And here, you finally created a form for our users so that they can input their photos to our site. But wait, when you try to submit an image, it will show you an error. To fix that, you will need to create a new action called create. So, add this line of code to your post_controller.rb.

def create

@post = Post.create(post_params)

redirect_to root_path

end

 

private

def post_params

params.require(:post).permit(:image,:caption)

end

 

def index

@posts = Post.all

end

 

And here, we have created a new action so that we can send an image to our site. We also add the functionality of automatically returns an index page for user after they’ve submitted their own image. Let’s add another functionality that will increase our user experience. In our index page, let’s add another method to make sure user can iterate our image one by one automatically. Within your index.html.rb’s view, add this block of code.

<%= render @posts%>

 

<% @posts.each do |post| %>

<%= image_tag post.image.url(:medium) %>

<%= post.caption %>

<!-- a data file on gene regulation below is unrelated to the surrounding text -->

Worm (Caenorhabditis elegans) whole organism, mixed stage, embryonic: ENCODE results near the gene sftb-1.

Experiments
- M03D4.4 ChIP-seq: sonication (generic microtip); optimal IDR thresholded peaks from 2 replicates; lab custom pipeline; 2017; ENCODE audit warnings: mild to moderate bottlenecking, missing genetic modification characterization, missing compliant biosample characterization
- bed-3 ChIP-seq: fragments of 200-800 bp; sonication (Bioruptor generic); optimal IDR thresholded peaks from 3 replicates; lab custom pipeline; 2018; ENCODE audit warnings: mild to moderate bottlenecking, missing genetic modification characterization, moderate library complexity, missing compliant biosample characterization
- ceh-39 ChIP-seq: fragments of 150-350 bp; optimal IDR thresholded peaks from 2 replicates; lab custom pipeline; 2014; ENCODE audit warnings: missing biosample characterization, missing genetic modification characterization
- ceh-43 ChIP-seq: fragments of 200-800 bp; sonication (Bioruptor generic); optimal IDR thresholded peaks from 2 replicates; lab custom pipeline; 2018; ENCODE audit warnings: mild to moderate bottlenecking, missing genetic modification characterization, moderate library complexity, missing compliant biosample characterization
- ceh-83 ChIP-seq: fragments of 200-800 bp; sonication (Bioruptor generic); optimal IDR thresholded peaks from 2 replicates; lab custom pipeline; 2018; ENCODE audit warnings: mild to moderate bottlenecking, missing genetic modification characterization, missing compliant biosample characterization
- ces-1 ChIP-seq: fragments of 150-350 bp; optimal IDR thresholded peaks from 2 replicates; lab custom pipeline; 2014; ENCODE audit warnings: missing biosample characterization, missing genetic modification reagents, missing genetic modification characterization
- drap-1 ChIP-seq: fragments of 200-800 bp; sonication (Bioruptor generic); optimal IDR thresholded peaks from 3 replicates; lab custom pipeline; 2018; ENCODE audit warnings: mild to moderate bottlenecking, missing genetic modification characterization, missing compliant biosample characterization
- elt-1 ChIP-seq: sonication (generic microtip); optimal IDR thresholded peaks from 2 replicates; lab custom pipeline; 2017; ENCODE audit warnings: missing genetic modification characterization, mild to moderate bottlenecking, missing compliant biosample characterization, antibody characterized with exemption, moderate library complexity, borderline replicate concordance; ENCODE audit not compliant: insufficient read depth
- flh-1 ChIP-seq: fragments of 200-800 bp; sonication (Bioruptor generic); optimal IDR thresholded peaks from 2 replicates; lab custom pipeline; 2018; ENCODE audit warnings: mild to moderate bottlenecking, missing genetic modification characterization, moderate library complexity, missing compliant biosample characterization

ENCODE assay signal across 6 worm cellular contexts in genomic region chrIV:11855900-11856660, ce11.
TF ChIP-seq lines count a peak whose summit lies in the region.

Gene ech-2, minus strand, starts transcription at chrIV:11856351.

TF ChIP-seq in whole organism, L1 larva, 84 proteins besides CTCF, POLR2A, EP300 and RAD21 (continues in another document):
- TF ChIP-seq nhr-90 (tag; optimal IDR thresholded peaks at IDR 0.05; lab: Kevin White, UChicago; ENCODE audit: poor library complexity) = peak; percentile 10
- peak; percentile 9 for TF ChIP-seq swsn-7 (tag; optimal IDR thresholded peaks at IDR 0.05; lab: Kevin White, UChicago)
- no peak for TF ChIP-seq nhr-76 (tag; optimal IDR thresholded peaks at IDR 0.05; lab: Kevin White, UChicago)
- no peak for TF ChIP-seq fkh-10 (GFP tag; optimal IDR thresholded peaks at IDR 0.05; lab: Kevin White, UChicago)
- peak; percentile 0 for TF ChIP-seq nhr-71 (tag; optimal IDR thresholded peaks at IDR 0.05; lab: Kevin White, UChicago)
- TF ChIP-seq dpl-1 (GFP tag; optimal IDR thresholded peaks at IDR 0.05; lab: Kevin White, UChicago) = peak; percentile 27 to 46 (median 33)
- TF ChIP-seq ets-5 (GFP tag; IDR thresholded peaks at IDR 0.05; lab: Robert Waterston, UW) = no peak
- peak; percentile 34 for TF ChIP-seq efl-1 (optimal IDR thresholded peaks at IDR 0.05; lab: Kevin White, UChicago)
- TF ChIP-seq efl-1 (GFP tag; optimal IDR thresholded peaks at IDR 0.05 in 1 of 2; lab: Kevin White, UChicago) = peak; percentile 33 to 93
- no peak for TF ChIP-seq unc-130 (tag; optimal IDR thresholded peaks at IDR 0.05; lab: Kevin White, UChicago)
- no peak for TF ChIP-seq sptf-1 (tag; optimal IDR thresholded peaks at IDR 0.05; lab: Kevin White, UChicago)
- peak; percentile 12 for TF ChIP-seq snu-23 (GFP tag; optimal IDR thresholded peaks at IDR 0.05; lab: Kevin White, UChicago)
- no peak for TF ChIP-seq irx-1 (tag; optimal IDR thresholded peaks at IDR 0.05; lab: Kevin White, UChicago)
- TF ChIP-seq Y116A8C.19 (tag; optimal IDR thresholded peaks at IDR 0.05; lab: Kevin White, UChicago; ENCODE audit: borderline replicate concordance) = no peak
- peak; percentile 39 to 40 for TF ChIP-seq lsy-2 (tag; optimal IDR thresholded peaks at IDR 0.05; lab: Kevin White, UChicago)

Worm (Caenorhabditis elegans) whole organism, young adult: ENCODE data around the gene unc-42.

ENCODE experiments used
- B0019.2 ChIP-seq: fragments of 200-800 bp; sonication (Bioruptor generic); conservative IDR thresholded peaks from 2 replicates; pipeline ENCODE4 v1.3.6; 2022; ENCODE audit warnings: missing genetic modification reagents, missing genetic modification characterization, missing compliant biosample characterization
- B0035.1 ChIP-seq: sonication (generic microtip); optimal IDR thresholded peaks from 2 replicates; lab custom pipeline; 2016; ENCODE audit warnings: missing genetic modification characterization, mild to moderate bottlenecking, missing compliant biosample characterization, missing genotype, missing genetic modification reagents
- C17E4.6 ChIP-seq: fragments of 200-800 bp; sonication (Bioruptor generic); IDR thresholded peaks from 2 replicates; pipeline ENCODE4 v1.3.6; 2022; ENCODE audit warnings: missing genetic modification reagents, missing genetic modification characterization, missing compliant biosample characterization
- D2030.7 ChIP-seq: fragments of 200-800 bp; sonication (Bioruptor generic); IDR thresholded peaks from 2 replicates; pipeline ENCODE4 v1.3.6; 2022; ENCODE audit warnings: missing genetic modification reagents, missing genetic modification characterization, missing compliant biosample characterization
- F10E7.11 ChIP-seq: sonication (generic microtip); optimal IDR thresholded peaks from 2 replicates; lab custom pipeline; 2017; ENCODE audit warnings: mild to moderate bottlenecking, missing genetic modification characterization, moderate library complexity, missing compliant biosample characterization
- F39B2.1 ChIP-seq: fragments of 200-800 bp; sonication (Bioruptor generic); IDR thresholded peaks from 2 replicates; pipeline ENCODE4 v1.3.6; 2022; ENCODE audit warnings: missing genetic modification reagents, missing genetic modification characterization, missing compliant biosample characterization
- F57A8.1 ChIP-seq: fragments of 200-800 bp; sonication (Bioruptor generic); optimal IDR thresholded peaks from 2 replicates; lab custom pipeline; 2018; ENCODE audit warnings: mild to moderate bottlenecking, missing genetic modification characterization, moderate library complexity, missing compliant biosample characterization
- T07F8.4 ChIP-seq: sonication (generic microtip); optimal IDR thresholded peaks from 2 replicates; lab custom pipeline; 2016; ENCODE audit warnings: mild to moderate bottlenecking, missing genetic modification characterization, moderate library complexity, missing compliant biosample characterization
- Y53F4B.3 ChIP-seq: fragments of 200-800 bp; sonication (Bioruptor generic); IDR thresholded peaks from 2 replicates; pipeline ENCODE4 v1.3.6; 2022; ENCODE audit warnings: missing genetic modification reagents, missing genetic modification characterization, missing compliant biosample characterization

<% end %>

 

And voila, you’ve successfully make a beautiful index page. For the next part, we will try to beautify our site so on.

 

Problem Solving

– Paperclip can’t upload your image.

This problem occurs if you are running windows, and have installed paperclip at least at version 4. This error happens because paperclip want to use a file spoofing to determine the type of our uploaded files. Because windows doesn’t provide file command, paperclip will never be able to determine a file type. To fix this, we need to disable spoofing module in papercip. To do this, create a new file named paperclip_media_type_spoof_detector_override.rb inside your initializers folder. Inside it, add this block of code.

require ‘paperclip/media_type_spoof_detector’

module Paperclip

class MediaTypeSpoofDetector

def spoofed?

false

end

end

end

 

– Upload successfully, but image is not shown

This problem can happen because many reasons. One of the reason is the file you are uploaded to our site, and the get module are not in sync. It means, the required path to be shown and the path of our uploaded file are not the same. Make sure in your index.html.erb and post.rb model’s has the same attribute of image. For example, these index.html.erb and post.rb model are in sync, because it has the same attribute of ‘medium’ in their image tag.

 

# inside index.html.erb

class Post < ActiveRecord::Base

validates :image, presence: true

 

has_attached_file :image, styles: { :medium => “640x” }

validates_attachment_content_type :image, :content_type => /\Aimage\/.*\Z/

end

# inside post.rb model

<%= render @posts%>

 

<% @posts.each do |post| %>

<%= image_tag post.image.url(:medium) %>

<%= post.caption %>

<% end %>